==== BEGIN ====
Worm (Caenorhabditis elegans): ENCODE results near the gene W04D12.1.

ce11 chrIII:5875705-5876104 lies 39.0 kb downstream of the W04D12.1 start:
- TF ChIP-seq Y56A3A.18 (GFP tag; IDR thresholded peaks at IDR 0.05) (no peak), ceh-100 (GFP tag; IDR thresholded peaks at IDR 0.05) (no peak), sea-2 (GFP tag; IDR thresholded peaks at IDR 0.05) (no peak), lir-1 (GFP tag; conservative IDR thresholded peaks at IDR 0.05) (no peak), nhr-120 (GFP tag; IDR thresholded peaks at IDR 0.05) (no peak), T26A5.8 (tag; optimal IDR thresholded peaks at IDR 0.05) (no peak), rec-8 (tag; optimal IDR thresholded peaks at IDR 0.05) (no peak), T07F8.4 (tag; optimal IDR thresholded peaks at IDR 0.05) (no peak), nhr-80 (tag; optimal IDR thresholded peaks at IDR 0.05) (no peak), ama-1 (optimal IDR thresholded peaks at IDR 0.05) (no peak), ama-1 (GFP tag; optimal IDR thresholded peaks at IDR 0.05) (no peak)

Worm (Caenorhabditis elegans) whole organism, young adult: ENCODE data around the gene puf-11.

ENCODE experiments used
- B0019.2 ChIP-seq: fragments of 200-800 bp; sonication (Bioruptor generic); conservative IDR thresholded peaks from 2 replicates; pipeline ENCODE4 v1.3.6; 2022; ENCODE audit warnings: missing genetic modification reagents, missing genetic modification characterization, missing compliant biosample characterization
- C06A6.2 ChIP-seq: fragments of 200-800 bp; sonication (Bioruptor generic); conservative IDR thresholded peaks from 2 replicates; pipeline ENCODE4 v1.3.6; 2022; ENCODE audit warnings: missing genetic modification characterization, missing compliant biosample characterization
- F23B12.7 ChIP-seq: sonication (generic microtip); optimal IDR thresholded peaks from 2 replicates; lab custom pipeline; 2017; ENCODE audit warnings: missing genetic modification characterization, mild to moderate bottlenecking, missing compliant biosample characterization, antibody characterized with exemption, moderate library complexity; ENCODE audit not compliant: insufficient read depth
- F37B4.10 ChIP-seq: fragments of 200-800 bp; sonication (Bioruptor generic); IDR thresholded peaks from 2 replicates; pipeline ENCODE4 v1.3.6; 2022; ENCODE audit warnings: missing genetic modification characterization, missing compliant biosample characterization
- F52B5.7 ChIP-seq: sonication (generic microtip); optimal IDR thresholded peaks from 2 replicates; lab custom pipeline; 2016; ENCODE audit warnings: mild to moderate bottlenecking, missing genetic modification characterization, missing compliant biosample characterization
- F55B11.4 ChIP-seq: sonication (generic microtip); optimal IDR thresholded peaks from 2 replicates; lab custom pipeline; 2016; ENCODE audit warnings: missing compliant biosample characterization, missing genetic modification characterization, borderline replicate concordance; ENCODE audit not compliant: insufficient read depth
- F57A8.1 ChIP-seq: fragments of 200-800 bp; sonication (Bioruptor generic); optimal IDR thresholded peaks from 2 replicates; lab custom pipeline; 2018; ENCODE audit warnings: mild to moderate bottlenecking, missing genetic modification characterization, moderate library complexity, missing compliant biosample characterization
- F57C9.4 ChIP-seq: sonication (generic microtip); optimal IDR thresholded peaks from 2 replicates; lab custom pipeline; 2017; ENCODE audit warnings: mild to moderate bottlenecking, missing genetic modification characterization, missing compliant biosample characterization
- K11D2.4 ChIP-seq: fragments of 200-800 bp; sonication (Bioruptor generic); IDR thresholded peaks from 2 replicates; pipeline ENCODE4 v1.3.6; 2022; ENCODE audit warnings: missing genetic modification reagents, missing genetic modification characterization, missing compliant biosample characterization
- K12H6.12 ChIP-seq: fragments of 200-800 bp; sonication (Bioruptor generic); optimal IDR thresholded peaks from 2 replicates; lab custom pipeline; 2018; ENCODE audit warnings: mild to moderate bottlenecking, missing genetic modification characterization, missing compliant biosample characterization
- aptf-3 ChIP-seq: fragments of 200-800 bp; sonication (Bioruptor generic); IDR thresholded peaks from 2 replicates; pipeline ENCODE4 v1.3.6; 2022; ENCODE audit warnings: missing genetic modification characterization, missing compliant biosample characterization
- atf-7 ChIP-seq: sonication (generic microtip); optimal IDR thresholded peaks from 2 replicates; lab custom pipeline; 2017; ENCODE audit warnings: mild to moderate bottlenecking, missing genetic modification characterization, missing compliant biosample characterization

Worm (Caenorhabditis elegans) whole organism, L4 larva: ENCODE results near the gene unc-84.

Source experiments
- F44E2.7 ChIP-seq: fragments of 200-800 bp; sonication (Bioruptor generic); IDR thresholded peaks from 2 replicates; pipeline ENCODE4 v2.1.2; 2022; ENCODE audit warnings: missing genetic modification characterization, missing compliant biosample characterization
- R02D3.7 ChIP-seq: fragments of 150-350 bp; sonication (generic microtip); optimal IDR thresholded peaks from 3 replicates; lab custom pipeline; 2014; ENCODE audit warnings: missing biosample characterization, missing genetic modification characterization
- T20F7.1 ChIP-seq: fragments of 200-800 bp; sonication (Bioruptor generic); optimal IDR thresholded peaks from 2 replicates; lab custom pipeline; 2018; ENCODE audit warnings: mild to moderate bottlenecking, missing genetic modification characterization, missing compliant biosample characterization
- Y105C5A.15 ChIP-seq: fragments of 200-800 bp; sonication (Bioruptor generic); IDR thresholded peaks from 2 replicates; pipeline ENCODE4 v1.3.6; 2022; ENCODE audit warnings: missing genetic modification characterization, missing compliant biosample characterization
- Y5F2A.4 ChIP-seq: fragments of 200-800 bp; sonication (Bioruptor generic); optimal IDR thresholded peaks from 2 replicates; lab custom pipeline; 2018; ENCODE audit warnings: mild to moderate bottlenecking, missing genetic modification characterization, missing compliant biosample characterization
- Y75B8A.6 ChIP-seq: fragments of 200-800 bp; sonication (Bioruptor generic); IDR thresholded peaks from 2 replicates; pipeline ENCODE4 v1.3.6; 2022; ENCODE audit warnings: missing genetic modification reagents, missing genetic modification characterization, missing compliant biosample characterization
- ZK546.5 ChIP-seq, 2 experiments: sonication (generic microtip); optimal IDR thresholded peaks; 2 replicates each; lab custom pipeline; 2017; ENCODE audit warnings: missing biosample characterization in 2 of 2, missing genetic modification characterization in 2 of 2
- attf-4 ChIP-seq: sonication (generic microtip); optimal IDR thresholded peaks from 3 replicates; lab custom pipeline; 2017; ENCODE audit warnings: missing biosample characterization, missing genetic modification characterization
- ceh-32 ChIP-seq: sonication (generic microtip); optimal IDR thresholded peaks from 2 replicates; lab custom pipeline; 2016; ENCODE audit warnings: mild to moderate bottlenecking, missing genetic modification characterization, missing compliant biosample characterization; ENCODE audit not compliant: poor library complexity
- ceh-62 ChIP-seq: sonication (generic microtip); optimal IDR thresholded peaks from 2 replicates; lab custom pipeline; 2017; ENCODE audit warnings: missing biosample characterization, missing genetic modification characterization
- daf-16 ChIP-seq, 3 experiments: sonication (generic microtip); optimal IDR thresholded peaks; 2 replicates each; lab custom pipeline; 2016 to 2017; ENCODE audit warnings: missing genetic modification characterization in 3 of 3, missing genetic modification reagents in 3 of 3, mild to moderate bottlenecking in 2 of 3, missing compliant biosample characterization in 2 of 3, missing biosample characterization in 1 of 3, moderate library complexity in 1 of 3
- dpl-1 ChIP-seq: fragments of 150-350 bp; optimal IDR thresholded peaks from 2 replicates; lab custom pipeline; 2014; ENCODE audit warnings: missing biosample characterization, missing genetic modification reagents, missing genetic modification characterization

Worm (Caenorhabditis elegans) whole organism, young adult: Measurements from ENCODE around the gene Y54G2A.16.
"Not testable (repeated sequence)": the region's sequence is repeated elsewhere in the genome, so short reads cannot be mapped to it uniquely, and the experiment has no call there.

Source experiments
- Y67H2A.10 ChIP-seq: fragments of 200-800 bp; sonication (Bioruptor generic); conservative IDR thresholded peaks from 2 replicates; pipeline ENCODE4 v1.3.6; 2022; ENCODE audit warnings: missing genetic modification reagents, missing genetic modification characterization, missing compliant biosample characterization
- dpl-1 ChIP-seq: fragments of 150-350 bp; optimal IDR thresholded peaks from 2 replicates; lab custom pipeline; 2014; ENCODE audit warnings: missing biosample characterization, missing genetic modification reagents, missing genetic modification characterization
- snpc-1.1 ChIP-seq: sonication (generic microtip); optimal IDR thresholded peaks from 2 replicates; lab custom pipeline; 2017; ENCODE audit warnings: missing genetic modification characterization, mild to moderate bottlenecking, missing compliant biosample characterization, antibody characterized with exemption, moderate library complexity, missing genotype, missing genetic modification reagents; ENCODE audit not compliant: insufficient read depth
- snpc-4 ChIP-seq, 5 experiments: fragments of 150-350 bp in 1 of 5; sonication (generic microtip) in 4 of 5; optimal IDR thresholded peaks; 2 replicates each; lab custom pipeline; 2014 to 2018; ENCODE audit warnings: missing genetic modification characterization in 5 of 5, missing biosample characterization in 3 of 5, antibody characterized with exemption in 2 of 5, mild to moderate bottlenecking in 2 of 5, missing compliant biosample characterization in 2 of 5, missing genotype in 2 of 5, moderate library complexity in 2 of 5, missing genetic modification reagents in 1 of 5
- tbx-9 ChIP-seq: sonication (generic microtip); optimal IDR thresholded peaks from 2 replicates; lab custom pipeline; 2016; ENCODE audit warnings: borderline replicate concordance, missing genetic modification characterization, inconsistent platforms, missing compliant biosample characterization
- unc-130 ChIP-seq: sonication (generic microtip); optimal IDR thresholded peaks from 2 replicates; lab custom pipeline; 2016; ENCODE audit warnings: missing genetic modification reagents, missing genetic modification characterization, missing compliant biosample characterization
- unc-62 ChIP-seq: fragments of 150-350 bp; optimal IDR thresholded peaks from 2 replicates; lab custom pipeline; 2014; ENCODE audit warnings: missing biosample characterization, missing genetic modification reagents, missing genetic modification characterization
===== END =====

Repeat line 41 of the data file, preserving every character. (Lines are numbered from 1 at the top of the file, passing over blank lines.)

- unc-62 ChIP-seq: fragments of 150-350 bp; optimal IDR thresholded peaks from 2 replicates; lab custom pipeline; 2014; ENCODE audit warnings: missing biosample characterization, missing genetic modification reagents, missing genetic modification characterization